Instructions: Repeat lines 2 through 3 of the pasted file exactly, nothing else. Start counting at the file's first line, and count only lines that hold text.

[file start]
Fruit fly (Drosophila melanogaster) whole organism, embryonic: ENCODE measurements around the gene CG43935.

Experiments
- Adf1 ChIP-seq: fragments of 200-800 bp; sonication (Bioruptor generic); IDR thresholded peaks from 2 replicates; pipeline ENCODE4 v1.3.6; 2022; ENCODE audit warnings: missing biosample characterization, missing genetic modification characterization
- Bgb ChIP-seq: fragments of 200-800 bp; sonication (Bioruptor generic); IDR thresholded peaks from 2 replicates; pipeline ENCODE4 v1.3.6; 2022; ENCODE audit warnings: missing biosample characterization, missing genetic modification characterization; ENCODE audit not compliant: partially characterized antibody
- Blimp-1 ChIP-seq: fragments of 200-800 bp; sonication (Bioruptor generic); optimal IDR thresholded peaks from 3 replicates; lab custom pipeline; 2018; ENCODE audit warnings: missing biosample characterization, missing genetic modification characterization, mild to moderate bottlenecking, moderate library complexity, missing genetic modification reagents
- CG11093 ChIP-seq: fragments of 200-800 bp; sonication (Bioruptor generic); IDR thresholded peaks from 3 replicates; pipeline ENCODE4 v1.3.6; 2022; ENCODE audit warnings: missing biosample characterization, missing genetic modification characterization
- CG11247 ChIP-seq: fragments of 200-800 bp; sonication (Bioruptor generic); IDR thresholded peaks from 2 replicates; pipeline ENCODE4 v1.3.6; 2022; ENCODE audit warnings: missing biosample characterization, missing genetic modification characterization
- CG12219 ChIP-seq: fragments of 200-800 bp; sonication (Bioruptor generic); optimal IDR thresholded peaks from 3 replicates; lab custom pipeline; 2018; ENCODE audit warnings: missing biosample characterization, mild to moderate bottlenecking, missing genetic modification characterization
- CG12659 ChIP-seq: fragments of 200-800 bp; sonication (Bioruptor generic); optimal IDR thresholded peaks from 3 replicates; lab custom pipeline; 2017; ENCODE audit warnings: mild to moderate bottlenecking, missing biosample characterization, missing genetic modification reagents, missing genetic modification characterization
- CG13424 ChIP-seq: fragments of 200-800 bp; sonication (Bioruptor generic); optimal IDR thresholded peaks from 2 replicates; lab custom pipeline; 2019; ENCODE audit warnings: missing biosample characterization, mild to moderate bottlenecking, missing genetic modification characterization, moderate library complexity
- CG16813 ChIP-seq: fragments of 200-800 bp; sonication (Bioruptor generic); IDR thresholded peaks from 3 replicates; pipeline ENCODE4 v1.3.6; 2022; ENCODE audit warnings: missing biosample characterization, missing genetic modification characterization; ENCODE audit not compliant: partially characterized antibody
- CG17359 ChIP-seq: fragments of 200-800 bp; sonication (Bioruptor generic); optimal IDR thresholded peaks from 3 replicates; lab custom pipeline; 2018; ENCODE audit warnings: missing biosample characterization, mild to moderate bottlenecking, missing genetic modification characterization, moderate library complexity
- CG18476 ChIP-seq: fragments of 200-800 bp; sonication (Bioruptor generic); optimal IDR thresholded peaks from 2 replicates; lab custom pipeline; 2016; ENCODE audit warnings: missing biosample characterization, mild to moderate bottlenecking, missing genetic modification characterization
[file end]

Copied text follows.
Experiments
- Adf1 ChIP-seq: fragments of 200-800 bp; sonication (Bioruptor generic); IDR thresholded peaks from 2 replicates; pipeline ENCODE4 v1.3.6; 2022; ENCODE audit warnings: missing biosample characterization, missing genetic modification characterization